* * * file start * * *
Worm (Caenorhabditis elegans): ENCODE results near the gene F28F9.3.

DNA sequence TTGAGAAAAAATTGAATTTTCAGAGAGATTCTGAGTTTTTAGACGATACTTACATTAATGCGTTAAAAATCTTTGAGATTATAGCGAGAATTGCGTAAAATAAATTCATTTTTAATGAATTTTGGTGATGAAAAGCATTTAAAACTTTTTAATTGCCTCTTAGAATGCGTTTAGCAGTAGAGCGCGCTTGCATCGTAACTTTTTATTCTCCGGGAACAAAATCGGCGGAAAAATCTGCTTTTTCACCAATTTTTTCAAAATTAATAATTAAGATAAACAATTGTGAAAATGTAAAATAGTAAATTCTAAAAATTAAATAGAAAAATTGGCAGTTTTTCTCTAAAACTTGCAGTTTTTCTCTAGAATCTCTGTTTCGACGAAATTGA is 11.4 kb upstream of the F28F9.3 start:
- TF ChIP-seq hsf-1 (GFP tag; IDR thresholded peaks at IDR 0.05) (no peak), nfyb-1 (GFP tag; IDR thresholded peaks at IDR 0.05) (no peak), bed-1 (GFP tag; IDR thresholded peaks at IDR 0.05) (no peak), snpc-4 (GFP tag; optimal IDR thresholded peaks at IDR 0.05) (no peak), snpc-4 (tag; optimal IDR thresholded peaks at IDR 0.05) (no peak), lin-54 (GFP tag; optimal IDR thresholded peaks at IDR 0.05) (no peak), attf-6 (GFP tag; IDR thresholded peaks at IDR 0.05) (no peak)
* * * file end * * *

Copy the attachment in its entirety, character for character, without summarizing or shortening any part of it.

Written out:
Worm (Caenorhabditis elegans): ENCODE results near the gene F28F9.3.

DNA sequence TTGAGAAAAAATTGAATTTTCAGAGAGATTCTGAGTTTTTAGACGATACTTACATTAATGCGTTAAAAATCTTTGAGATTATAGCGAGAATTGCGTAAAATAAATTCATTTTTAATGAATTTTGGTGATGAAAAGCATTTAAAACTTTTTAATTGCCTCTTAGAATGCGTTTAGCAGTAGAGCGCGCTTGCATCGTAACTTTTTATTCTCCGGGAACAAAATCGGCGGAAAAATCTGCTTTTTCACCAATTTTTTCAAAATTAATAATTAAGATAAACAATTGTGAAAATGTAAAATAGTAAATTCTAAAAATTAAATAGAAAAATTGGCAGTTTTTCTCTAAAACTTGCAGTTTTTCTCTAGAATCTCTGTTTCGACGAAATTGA is 11.4 kb upstream of the F28F9.3 start:
- TF ChIP-seq hsf-1 (GFP tag; IDR thresholded peaks at IDR 0.05) (no peak), nfyb-1 (GFP tag; IDR thresholded peaks at IDR 0.05) (no peak), bed-1 (GFP tag; IDR thresholded peaks at IDR 0.05) (no peak), snpc-4 (GFP tag; optimal IDR thresholded peaks at IDR 0.05) (no peak), snpc-4 (tag; optimal IDR thresholded peaks at IDR 0.05) (no peak), lin-54 (GFP tag; optimal IDR thresholded peaks at IDR 0.05) (no peak), attf-6 (GFP tag; IDR thresholded peaks at IDR 0.05) (no peak)